ICC Document & publication

ICC recommendations on vessel air emissions (2011)

ICC calls upon governments to formally adopt a draft package of technical and operational measures proposed by the International Maritime Organization (IMO) that will improve energy efficiency and reduce shipping‟s CO2 emissions.

Only agreements by governments developed at the IMO can ensure that any measures adopted are applied on a uniform and global basis for all international shipping thus avoiding the possibility of “carbon leakage” that could occur if CO2 emissions from shipping are regulated nationally and/or regionally. This is particularly critical as most shipping companies have the freedom to register their ships with the nation of their choice.

Shipping as a global industry requires global rules. Regulations governing the environmental performance of ships, including CO2 emissions, need to be the same at both ends and throughout the voyage. Otherwise, there is a great risk of market distortion and serious inefficiencies in an industry that is responsible for the transport of about 90% of all world trade.

International shipping does not lend itself to inclusion as part of national or regional emission reduction targets as most shipping companies have the freedom to register their ships with the nation of their choice. For example: A ship may be registered in one country while the beneficial owner of the ship may be located in another; The cargo carried by the ship will be of economic benefit to a variety of different importing and exporting nations; Fuels may be purchased from any of a variety of potential sites.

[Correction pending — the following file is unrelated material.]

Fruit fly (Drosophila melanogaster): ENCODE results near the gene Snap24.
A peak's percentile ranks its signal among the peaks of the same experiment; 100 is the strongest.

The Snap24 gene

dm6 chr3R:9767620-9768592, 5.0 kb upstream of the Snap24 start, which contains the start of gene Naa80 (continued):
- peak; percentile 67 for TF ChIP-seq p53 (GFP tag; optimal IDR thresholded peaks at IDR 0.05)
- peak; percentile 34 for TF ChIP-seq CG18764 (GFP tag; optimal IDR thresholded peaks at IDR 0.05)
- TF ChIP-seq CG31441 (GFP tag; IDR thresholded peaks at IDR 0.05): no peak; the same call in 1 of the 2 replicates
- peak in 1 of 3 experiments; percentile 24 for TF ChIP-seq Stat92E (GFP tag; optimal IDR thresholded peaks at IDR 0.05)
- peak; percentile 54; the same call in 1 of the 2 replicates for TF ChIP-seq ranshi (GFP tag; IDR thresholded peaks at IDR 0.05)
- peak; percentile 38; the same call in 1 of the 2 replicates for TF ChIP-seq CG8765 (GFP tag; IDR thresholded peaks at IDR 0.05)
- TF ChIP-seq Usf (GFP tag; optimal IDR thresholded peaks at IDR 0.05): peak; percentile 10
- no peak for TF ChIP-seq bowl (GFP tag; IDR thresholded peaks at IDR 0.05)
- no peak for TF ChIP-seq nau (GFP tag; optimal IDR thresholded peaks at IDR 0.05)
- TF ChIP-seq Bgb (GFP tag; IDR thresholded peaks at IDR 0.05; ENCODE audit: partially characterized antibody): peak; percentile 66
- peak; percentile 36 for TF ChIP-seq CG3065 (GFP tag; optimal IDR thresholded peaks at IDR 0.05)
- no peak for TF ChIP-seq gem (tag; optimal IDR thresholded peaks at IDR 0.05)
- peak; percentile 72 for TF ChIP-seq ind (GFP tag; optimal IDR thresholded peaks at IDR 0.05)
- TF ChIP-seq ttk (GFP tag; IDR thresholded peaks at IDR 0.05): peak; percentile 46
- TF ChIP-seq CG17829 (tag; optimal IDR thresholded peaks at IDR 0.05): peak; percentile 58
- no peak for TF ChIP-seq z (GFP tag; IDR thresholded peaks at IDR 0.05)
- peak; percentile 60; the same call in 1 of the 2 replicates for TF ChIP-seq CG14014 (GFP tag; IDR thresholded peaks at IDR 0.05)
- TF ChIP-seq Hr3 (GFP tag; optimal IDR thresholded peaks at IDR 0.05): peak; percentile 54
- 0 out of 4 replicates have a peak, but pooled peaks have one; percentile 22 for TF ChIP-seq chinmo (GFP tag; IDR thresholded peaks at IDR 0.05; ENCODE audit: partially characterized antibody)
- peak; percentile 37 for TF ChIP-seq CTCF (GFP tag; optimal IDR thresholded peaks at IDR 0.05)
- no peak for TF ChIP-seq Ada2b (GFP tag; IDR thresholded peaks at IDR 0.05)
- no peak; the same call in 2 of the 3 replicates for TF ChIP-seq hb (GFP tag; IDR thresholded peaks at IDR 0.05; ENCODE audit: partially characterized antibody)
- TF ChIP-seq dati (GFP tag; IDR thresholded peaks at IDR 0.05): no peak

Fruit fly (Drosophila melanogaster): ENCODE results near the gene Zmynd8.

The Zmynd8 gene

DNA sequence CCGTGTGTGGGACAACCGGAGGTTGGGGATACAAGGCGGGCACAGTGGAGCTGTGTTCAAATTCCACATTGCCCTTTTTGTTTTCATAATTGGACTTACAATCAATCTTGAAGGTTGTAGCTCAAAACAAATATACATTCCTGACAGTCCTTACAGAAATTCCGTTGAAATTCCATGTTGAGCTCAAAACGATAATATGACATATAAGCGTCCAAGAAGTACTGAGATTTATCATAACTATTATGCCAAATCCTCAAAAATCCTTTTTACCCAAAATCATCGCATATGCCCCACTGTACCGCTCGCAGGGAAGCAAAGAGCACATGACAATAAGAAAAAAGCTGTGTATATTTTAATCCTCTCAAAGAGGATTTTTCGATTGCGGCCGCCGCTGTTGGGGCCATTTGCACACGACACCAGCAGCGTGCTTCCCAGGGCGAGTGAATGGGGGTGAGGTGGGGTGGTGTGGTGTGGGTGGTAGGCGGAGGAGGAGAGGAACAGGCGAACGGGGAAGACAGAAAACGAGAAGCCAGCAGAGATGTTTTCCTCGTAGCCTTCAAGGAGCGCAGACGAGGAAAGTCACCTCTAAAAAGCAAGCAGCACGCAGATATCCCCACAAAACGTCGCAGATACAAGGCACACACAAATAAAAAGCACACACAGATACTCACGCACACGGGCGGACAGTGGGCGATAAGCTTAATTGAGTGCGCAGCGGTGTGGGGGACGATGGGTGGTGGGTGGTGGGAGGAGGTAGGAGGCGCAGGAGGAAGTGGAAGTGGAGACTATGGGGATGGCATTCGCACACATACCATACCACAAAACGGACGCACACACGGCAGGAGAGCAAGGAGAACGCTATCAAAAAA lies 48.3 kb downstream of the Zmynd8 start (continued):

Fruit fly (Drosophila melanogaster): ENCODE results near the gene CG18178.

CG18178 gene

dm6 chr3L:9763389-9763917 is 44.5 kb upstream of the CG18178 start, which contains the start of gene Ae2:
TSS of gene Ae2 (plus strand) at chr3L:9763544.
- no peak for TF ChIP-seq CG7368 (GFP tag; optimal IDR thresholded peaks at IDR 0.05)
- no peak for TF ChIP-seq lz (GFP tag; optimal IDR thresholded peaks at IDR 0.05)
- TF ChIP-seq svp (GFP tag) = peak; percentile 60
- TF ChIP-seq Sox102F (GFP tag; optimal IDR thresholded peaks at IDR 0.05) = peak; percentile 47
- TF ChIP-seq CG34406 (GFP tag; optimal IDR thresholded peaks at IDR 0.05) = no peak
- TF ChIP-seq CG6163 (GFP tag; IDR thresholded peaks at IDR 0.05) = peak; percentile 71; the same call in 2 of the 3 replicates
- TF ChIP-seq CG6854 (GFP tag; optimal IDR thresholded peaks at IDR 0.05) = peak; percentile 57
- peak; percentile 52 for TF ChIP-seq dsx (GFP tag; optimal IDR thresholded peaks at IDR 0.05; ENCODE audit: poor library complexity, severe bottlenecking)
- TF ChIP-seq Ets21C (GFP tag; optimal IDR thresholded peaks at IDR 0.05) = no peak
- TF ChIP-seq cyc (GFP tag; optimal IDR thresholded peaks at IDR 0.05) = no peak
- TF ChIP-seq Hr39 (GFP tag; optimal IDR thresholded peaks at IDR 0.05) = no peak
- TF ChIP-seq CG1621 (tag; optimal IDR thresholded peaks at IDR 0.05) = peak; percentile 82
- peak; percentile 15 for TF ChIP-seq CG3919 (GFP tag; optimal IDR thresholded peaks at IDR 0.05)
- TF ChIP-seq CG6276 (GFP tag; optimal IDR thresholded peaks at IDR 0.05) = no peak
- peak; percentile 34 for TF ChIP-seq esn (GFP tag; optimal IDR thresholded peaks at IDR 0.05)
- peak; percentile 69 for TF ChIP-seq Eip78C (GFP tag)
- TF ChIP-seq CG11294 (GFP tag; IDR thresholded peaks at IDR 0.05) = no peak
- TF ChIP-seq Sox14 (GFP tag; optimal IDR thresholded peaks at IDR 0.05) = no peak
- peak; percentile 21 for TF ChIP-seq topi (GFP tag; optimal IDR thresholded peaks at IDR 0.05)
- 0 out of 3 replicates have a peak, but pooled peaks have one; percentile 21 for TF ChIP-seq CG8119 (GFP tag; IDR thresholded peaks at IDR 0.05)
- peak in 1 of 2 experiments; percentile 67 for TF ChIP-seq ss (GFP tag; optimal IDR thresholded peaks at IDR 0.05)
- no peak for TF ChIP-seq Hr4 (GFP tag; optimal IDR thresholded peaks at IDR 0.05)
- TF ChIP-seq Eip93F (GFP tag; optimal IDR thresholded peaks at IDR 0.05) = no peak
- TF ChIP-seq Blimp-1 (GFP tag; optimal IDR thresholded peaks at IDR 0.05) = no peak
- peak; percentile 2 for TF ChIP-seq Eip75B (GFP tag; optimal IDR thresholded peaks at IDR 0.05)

This is why the achievement of meaningful CO2 reductions by shipping can only be achieved if nations agree that the measures for doing so should be directed on a uniform global basis by governments at the IMO. Any regulation that is only applied to ships registered in some nations and not others would result in gross market distortions and the hemorrhaging of vast amounts of tonnage to the flags of those nations not affected.

As a global, multi-sectoral business organisation, ICC believes that a comprehensive and global agreement on shipping at the IMO is of utmost importance. Otherwise CO2 emissions from ships could be dealt with in a differentiated and ultimately environmentally ineffective manner by either the UNFCCC as part of future international agreement on climate change, or through other differing regional approaches. Adoption of a package on CO2 emissions by the IMO will also be necessary to prevent unilateral regional measures affecting shipping.